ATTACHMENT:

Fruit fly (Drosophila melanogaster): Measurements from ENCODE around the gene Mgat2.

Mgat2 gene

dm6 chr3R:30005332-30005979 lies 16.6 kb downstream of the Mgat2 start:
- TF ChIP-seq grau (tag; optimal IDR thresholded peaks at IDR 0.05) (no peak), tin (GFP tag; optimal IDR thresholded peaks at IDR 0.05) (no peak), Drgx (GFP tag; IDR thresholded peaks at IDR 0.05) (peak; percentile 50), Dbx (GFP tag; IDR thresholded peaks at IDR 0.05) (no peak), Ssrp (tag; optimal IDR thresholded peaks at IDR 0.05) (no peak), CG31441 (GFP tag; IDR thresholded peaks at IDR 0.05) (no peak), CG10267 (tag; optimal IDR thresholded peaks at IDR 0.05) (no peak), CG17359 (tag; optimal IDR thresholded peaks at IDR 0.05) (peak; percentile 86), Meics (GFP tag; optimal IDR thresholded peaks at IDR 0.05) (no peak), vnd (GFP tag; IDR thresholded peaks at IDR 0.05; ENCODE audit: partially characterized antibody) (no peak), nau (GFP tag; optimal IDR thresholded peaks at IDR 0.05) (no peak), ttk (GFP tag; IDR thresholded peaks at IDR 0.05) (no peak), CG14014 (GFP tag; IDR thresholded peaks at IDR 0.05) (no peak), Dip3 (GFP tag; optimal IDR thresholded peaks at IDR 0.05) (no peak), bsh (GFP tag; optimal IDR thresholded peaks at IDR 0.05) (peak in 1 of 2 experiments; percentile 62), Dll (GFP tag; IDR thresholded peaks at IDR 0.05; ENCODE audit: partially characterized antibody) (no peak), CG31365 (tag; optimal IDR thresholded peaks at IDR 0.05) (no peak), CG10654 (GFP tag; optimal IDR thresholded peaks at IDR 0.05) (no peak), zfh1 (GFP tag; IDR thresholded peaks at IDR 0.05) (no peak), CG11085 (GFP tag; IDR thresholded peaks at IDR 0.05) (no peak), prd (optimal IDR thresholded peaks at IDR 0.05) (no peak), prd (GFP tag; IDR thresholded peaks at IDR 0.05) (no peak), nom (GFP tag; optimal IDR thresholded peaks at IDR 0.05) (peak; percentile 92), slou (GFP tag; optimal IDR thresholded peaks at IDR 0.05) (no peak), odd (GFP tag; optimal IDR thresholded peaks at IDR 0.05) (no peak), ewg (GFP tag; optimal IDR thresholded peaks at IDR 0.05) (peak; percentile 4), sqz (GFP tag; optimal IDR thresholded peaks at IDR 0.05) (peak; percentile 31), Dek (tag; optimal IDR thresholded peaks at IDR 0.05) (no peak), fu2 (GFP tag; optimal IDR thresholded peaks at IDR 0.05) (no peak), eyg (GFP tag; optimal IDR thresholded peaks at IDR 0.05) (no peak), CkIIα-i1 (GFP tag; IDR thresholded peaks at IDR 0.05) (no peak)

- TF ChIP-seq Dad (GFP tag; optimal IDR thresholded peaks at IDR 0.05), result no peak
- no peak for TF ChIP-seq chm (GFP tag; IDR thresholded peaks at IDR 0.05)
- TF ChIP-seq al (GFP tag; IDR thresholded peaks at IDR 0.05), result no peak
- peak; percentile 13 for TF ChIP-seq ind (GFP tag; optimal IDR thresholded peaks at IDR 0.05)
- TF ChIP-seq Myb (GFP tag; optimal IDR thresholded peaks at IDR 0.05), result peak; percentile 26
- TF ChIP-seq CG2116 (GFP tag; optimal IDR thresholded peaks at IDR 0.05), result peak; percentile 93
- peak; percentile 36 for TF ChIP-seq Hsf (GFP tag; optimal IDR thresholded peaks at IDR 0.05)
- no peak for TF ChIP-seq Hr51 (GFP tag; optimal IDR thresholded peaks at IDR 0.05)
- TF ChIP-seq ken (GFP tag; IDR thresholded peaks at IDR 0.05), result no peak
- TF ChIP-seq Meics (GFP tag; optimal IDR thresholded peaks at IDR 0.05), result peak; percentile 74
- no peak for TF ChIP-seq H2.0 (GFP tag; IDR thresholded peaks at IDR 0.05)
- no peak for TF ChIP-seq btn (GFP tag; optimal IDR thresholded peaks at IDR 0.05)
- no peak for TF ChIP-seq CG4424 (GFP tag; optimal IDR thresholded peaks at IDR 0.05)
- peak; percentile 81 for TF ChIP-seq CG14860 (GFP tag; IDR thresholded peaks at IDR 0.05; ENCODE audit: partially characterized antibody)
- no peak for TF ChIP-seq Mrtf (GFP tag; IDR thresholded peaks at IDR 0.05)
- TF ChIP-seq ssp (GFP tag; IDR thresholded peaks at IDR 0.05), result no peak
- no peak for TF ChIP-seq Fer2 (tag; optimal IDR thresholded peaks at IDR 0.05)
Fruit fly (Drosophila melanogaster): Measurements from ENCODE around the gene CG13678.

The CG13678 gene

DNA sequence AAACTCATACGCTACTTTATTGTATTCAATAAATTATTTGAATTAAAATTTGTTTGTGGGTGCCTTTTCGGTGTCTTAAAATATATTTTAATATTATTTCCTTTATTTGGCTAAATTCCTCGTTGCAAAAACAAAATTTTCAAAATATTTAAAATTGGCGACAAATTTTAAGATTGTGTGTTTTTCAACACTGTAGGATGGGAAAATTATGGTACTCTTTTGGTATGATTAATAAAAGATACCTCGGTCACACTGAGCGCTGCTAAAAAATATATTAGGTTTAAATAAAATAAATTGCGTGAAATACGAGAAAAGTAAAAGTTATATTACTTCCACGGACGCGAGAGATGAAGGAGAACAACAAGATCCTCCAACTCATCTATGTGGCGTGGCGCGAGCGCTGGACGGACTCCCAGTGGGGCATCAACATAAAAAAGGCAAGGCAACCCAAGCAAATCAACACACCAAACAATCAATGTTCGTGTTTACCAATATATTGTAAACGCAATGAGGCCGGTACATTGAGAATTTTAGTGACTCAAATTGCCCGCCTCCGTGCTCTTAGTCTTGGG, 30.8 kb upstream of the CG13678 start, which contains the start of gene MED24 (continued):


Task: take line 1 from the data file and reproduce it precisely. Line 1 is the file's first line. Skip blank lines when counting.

Fruit fly (Drosophila melanogaster): Measurements from ENCODE around the gene Mgat2.